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Contemp Clin Trials. 2016 Sep;50:98-105. doi: 10.1016/j.cct.2016.07.018. Epub 2016 Jul 19.

Comparison of a peer facilitated support group to cognitive behavior therapy: Study protocol for a randomized controlled trial for hoarding disorder.

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Department of Psychiatry, University of California, San Francisco, California, USA.
Mental Health Association of San Francisco, San Francisco, California, USA.
Department of Nursing and Health Sciences, California State University, East Bay, California, USA.
University of California Davis Health System, California, USA.
Department of Psychiatry, University of California, San Francisco, California, USA; College of Medicine, University of Florida, Florida, USA. Electronic address:


Although individual and group cognitive-behavioral therapy (CBT) is the standard treatment approach for hoarding disorder (HD), it requires trained mental health professionals with specialization in HD. There is a need to offer additional options and services due to the limited number of professionals with advanced training, combined with the high prevalence rate of individuals with HD. A structured support group led by trained facilitators or lay professionals using a facilitator's manual and participant workbook (Buried in Treasures or BiT), addresses this need and increases accessibility. Prior studies of BiT groups have shown decreased hoarding symptoms. Only one retrospective study compared BiT and CBT outcomes in a naturalistic setting and showed no difference. Thus, a well-powered randomized controlled trial is needed to directly compare these forms of treatment. This paper presents a non-inferiority controlled trial protocol that compares group CBT to group BiT. Three hundred participants with HD, 18years or older, are being recruited for a 16-week treatment study. Participants are randomly assigned to either the CBT or BiT group. The primary outcome is reduction in hoarding symptom severity. Secondary outcomes include reduction in other indices of hoarding symptomology, including functional impairment, physical clutter, cognition, and changes in neuropsychological functioning.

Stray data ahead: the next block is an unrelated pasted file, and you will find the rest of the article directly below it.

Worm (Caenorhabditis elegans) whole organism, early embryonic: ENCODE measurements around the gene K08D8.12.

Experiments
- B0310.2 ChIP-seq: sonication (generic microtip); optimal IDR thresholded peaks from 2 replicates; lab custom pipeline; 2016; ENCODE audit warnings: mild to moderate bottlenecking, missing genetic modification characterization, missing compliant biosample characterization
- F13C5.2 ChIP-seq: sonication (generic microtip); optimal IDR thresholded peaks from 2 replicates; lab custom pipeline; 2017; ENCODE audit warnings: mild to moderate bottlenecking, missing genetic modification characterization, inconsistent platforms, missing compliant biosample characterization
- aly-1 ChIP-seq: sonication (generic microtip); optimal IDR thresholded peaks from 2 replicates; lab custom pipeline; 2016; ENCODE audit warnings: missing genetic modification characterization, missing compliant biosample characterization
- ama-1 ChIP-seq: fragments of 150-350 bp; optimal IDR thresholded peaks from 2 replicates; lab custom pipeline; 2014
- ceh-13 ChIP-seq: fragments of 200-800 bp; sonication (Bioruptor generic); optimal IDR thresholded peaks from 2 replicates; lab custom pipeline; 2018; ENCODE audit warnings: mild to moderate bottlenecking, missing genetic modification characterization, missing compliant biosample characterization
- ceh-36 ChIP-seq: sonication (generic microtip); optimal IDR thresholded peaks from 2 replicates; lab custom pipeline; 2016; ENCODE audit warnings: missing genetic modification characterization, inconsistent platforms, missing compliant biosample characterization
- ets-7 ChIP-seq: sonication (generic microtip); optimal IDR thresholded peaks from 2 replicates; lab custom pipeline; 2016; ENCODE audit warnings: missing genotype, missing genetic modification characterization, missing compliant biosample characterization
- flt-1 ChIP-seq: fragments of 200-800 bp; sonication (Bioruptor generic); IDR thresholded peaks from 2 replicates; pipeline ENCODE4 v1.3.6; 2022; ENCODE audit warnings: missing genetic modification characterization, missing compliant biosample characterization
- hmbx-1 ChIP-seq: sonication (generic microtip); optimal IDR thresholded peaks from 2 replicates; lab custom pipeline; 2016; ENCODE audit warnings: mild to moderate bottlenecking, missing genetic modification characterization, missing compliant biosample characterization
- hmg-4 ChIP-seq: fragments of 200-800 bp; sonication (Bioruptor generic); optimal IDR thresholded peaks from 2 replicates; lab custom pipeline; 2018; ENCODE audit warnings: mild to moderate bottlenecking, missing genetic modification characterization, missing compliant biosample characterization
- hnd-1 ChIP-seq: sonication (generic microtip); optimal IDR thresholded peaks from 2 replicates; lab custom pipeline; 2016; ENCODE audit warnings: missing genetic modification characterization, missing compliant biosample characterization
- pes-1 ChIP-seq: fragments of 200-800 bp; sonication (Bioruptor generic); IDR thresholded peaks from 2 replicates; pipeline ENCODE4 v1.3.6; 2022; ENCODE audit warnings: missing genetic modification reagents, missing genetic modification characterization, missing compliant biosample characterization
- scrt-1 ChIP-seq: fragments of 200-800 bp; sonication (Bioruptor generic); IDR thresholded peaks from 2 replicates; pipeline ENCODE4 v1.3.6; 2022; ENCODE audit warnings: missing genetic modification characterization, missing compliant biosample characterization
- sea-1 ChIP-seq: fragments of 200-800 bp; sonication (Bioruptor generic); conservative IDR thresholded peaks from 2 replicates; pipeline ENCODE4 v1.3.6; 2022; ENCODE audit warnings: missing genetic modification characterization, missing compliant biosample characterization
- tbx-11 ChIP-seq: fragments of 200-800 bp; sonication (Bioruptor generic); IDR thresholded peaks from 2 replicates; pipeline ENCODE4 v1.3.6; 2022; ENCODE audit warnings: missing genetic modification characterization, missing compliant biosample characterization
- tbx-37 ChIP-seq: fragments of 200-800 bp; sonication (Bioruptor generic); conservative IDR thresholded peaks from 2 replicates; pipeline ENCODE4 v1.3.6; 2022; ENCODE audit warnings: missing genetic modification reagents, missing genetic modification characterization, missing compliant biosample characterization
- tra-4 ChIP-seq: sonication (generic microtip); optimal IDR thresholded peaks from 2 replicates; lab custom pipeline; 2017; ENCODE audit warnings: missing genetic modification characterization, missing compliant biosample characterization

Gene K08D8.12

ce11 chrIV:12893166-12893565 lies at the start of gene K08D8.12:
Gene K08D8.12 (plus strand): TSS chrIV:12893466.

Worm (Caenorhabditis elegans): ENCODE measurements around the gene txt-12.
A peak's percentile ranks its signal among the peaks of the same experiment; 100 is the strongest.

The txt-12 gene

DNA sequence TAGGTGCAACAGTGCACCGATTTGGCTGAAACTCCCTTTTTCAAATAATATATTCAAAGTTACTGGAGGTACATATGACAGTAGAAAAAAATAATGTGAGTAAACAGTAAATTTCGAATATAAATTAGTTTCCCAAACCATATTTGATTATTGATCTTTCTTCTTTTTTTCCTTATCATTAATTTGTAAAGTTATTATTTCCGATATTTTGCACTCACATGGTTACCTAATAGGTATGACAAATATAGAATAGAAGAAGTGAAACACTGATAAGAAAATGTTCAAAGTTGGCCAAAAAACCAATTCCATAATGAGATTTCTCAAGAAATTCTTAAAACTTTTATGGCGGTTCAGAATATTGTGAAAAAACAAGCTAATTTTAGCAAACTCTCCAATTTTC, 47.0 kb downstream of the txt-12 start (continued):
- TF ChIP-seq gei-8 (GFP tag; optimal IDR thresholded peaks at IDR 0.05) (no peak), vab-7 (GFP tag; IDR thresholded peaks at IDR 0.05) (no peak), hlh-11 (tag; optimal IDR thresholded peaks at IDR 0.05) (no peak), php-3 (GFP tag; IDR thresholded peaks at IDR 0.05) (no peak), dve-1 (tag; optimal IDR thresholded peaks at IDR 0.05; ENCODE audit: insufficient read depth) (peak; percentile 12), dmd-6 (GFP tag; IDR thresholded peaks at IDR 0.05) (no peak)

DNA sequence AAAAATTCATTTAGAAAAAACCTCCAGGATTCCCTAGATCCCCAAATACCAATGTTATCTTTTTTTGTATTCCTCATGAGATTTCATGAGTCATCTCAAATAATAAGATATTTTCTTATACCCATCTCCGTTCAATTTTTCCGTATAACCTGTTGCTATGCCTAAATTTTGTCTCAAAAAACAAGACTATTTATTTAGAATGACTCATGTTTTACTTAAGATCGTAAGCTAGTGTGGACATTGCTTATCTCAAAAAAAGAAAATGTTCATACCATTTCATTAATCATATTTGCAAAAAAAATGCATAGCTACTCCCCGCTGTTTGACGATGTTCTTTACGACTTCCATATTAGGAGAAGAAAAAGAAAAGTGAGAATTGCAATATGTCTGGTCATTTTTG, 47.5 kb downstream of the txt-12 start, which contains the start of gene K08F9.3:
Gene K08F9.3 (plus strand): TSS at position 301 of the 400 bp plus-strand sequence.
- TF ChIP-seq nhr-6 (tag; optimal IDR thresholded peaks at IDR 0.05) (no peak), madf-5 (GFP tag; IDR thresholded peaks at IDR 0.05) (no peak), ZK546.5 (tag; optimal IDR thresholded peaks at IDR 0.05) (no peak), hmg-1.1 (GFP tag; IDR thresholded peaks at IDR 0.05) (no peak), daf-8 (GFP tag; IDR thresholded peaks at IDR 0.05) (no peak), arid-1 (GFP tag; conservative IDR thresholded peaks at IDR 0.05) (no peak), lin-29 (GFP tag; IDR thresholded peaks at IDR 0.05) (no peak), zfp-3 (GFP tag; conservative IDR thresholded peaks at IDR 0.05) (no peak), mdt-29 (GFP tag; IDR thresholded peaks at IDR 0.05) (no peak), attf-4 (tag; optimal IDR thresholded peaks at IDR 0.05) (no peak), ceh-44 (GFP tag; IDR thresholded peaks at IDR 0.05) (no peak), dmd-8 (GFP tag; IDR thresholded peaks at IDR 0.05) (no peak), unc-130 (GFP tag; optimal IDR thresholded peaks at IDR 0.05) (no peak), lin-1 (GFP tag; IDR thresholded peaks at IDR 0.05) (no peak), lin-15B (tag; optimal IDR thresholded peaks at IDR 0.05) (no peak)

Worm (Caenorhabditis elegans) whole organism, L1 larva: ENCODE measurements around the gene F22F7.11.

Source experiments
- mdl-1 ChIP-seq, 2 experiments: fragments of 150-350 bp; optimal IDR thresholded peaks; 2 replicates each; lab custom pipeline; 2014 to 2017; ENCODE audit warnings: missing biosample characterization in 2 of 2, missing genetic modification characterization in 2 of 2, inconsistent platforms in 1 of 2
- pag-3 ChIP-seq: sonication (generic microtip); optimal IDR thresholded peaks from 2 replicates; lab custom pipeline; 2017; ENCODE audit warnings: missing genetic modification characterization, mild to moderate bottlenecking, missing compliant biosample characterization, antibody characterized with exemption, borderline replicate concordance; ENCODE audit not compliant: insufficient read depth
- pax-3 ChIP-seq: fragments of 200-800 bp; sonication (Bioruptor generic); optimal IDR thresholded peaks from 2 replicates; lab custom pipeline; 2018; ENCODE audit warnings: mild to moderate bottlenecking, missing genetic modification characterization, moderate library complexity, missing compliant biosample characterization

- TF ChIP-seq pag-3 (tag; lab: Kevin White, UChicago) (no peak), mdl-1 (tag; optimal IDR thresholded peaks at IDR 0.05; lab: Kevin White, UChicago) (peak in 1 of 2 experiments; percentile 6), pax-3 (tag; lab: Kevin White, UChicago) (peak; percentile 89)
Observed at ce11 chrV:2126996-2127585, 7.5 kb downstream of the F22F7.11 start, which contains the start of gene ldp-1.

Cognitive behavioral therapy; Community partnership; Comparative effectiveness trial; Hoarding

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